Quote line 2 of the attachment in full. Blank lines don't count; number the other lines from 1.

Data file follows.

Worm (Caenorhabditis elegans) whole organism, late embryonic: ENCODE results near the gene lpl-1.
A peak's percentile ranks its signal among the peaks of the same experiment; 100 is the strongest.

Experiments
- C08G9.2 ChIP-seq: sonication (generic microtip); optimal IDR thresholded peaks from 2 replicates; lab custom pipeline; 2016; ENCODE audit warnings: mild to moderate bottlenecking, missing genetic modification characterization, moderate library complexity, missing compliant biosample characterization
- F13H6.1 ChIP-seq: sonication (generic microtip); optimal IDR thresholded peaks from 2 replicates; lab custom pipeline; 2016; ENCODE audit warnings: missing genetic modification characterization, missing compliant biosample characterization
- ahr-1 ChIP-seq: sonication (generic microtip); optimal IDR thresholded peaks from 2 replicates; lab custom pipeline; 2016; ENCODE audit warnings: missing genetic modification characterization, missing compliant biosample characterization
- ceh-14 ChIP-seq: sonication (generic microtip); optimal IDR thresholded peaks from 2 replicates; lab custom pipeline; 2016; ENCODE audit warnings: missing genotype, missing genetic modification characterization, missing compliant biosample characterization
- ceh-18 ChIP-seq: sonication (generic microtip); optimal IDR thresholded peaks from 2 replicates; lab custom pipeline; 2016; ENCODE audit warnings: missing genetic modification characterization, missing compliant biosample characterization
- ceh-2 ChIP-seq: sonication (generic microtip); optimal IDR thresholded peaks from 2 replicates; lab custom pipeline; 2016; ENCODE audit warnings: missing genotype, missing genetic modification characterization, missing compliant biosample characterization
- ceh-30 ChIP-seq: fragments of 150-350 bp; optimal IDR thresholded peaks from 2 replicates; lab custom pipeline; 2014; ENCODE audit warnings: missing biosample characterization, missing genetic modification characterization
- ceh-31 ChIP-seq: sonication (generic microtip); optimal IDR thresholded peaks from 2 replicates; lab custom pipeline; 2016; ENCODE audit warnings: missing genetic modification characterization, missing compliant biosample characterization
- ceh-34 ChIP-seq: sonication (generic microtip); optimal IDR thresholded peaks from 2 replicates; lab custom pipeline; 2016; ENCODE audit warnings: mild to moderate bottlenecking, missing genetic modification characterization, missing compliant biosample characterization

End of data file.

A peak's percentile ranks its signal among the peaks of the same experiment; 100 is the strongest.